For the first time in our history, up to two thirds of investors claim that they take the social responsibility of a company into account when considering their investment. This means that we are tending towards a world where doing the right thing is both morally essential as well as financially rewarding.
For too long, companies have considered their social responsibility as a bolt-on set of actions meant to offset their impact on the community and the environment – a fixed portion of profit was allocated to a set of activities that were there to distract audiences from the actual activity of the company.
Today we consider ESG – our Environmental, Social, and Governance behaviours – as a responsibility to do the right thing. This means that all decisions taken at board level, and the way these trickle down through the entire organisation, are based on a sound set of moral standards.
Of course, we see our obligations as a destination. We consider the ultimate state of a company as being one in which every action taken is based on these solid moral grounds. We also know that on the way there, we might take some actions that are misguided. We learn from these actions and move on in a better direction.
This brings us to a question with a very elusive answer. What is the right thing to do?
Let’s consider, as an example, the issue of littering. Take a stretch of our coastline and observe the quantity of litter. A simple approach would be to invest in many more bins so that these are within easy reach of anyone who enjoys the spot. A more expensive, but ultimately more sustainable route, would be to invest in educating the public about the matter.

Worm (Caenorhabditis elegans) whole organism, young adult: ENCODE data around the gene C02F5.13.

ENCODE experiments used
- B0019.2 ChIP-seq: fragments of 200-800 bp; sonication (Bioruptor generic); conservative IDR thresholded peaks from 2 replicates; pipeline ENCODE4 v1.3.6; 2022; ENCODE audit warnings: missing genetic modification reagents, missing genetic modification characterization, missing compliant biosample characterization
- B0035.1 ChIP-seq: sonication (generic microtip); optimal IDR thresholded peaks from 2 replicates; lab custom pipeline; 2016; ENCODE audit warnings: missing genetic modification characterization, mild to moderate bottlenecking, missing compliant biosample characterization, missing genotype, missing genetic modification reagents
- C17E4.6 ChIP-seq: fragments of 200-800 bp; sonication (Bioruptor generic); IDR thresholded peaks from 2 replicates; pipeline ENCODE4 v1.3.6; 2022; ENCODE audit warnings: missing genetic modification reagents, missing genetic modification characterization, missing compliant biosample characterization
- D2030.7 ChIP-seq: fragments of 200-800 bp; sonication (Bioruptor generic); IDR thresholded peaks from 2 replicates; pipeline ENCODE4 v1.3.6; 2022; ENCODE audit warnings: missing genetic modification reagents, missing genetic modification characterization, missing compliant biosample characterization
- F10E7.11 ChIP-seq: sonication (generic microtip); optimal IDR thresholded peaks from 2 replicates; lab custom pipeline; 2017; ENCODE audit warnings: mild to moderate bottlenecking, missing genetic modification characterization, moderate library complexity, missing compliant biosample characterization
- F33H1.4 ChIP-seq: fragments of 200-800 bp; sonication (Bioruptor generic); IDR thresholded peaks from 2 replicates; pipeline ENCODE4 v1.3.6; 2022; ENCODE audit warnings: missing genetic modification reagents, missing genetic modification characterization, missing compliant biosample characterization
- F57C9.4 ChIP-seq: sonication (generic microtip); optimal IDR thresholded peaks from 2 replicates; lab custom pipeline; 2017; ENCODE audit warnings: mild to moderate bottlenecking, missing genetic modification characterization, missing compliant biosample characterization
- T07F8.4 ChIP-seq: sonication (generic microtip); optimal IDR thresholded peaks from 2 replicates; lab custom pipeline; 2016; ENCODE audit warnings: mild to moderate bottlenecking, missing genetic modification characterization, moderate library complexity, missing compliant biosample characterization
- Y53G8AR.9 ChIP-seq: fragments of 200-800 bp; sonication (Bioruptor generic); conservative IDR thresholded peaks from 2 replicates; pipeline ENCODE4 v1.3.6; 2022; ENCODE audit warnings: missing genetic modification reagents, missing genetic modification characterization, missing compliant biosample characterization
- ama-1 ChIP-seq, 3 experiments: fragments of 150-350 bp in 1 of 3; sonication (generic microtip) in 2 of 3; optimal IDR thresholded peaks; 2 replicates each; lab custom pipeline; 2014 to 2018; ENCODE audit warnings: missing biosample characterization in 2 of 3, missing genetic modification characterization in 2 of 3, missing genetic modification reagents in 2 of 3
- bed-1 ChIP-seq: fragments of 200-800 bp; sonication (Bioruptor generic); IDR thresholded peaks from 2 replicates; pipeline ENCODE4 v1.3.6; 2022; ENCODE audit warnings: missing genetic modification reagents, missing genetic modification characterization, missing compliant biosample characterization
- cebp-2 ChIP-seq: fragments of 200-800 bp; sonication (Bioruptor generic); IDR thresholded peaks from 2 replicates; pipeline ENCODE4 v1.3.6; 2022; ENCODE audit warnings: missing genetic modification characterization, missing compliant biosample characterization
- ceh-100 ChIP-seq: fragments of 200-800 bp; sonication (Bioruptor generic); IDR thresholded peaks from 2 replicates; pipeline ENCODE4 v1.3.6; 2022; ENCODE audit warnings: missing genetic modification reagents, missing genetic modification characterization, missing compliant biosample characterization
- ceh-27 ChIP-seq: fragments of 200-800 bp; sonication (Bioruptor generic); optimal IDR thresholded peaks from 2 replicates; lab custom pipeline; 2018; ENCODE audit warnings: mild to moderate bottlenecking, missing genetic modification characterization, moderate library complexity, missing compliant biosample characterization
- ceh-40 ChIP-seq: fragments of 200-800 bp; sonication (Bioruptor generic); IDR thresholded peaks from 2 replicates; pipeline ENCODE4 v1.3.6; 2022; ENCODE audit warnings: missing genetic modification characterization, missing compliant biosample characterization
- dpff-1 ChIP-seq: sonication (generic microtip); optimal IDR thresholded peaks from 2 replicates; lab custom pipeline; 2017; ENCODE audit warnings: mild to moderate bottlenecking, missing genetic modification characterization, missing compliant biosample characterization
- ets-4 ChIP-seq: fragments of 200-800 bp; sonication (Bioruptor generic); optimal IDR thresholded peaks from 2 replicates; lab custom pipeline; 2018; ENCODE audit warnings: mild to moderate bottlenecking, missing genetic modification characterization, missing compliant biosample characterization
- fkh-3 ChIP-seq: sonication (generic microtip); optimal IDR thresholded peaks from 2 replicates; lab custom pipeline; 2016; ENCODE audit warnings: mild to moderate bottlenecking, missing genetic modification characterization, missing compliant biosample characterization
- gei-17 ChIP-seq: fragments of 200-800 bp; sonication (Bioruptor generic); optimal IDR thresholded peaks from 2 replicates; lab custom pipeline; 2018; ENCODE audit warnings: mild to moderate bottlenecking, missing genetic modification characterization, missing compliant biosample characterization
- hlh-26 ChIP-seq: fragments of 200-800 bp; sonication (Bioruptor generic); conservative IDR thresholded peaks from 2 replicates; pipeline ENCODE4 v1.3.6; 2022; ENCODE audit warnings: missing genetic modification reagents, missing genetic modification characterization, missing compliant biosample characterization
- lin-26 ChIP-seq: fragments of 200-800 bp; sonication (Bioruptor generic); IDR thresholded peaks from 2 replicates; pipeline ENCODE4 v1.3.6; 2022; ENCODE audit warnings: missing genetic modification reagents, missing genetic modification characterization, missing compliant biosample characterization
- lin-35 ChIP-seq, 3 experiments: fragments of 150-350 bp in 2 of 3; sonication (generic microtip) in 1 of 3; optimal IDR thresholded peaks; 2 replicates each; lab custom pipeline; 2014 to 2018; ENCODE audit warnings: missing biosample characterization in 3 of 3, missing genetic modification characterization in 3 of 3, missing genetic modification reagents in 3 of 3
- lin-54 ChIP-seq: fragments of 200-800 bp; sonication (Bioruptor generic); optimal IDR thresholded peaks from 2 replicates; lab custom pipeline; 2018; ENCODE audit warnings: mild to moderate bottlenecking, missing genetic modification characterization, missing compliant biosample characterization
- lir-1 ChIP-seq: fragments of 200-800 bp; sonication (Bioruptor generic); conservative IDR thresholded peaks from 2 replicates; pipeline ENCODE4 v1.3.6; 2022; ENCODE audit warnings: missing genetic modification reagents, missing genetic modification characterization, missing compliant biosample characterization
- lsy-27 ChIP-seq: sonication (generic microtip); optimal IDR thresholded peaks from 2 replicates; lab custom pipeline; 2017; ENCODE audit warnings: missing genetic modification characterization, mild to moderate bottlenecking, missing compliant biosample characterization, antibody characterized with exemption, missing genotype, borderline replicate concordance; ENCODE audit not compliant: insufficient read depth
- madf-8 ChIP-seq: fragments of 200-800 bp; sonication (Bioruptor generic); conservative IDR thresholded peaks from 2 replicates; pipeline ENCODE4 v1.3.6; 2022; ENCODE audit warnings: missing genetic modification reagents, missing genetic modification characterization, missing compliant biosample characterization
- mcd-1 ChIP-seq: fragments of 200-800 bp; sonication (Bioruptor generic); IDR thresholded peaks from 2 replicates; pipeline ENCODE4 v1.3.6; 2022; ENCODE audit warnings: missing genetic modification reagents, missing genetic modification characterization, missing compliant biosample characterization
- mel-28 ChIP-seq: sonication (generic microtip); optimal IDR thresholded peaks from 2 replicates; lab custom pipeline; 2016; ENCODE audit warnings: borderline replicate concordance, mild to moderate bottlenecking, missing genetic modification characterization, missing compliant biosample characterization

Some destinations are indisputable. Our responsibility to grow into a zero emissions company is one that every company ought to be considering. There will be initial costs and the timeframes will vary depending on the activity of the company but the endgame remains the same.
This also applies to governance. A more robust, transparent and responsible leadership layer will always promote better behaviour across the board – on an individual employee level as well as the net effect of the behaviour of the company.
Generally speaking, ESG is more about a set of behaviours than the amount spent by the company on individual initiatives. The operative word is sustainability, and for ESG to leave a lasting impact, it must be the result of a fundamental shift in the way the company operates.
Let’s take FIL as an example of a company that is a net spender – we purchase goods and services from the market within which we operate. We choose where to spend our money based on our set of fundamental values – if a supplier is aligned to our values, then we will pick them instead of an alternative that may be cheaper but that violates our ESG principles. This behaviour encourages a trickle-down set of changes within the market.
While plenty has been said against publicising the activities of a company that are socially responsible, there are two good reasons to be publicly vocal about the actions you are proud of. The first is to be an example to other companies in your sector – those that claim that the right thing costs too much will quickly realise that they simply need to make more effort to find the balance between spend and sustainability.
The second is a more humbling reason. We have often spoken about an action we took and received a response from the public telling us that there is an even better way to do things. We are living in a world that is increasingly compassionate, inventive, and responsible. Speaking about our actions has opened invaluable dialogue with the community – we have listened, we have learned, and we have adopted better practices.
Finally, there is the issue of strong political guidance that is needed to repair what we have collectively broken. We cannot afford to wait. What we can do is take initiative and actions, large or small, that are within our reach. As the business world takes these actions, we lead by example. And as the business world acts in unison, we create a set of demands that can’t be ignored.
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